ROMA

Paul Mendoza

Slice of life, memory play, character study, art house film; these could all apply to director-writer Alfonso Cuaron’s semi-autographical film Roma. Carol has crafted a stream of consciousness film that makes you feel like a voyeur into one family’s life during the course of one year.

The film centers a middle class family living in Mexico City in which both parents work and they have two women who look after the house and the children. Cleo (Yalitza Aparicio), the younger woman is the main character and she is a lovely, sweet natured woman who works morning till night, washing, cleaning and minding the children. The father is often gone and early on leaves for what may be for good as you can see the couple are having marital troubles leaving Sofie (Marina de Tavira) distraught. Cleo, meanwhile, has a life of her own outs of the house and she makes some decisions that put her in some trouble as well. Somehow, the family needs to stick together and Sofia and Cleo come to need each other more than ever.

Roma is almost a silent film. It could tells it’s story without any dialogue at all and you could understand it and be moved by it. Cuaron is really interested in the details and the little things that happen and you miss. I loved that the movie the family goes to see is the science fiction film Marooned (1970). I remember seeing this film when I was a kid and funny enough, that film also has a very leisurely pace as stranded astronauts float in space. The New Year’s Eve celebration in the little village is so amazing, so rich in detail and dissection of the middle class and the servants that work for them but when a fire breaks out in the nearby forest they all must lend a hand to deal with it.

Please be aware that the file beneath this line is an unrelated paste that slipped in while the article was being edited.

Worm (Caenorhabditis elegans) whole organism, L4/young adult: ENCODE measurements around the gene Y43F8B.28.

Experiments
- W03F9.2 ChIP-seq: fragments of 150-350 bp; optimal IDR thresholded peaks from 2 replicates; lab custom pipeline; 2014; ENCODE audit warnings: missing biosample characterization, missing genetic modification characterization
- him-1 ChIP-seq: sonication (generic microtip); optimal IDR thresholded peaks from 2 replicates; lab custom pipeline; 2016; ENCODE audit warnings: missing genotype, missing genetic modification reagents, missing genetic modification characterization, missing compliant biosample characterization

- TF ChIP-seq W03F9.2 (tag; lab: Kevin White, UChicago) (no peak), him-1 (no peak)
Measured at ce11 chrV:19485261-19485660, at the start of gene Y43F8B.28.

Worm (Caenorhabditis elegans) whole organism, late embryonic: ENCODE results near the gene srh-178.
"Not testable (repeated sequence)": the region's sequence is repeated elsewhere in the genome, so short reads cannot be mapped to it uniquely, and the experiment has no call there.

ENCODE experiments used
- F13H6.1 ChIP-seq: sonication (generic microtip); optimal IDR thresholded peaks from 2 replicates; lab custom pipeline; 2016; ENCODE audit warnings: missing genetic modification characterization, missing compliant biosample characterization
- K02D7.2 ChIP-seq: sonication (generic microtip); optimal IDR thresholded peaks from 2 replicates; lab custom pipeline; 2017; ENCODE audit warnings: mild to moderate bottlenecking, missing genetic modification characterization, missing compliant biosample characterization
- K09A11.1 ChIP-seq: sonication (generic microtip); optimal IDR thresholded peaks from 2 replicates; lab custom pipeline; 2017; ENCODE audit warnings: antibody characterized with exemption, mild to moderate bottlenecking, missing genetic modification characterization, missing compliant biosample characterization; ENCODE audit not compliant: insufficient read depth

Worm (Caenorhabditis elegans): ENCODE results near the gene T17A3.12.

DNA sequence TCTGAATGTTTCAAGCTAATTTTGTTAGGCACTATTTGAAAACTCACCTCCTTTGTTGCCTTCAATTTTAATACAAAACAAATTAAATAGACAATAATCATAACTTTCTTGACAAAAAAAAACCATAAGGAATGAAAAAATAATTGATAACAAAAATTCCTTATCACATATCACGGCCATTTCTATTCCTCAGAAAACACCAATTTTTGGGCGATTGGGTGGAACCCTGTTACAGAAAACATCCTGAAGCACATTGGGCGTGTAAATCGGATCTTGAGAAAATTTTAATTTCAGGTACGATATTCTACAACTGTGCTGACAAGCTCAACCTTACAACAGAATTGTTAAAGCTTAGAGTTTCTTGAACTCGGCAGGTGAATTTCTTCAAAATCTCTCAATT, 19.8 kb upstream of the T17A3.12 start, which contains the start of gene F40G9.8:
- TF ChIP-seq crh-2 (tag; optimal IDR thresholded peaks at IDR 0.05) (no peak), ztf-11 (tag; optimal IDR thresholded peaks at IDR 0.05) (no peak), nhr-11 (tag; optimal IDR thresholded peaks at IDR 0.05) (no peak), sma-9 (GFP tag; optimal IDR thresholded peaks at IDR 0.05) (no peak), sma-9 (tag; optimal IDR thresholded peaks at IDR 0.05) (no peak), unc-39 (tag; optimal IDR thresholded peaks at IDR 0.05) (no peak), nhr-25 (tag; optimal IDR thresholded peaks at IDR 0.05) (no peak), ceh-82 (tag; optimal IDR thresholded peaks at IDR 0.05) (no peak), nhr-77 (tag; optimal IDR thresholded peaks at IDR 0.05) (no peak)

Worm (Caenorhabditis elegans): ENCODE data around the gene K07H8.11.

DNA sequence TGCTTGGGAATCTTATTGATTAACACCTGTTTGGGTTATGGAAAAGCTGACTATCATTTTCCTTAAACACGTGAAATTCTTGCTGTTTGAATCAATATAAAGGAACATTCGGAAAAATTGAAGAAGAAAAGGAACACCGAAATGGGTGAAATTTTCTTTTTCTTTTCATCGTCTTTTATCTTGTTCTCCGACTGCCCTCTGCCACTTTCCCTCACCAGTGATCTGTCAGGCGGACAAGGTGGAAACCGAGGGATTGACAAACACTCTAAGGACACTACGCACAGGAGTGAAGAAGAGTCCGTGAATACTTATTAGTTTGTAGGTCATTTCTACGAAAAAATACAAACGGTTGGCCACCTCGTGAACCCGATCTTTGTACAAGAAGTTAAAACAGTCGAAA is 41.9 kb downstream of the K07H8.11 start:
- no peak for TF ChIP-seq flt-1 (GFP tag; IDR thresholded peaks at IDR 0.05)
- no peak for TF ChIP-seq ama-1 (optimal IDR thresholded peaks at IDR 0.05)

The film moves at a leisurely pace, sometimes a little too leisurely but for the most part, the pace is effective in creating a mood. It’s lyrical and melancholy and absolutely gorgeous to look at. There is very little dialogue and the dialogue that is there is mostly conversational and commonplace. The most unusual and entertaining conversations take place between Cleo and the youngest child, Pepe (Marco Graf). While Cleo is doing the watch on the roof, Pepe comes along and lays down.

Cleo: “Talk to me”
Pepe: “I can’t. I’m dead.”

Cleo then lays down as well, her head pressed against pope’s.

Pepe: “Talk to me”
Cleo: “ I can’t. I’m dead. (Pause) It feels good to be dead.”

Roma may not be everyone’s cup of tea. Our attention span is so much shorter today after being weened on a diet of Marvel films and Fast and Furious spectacles but don’t shy away from this thoughtful, black and white family drama. You may find yourself thankful for the reflective break.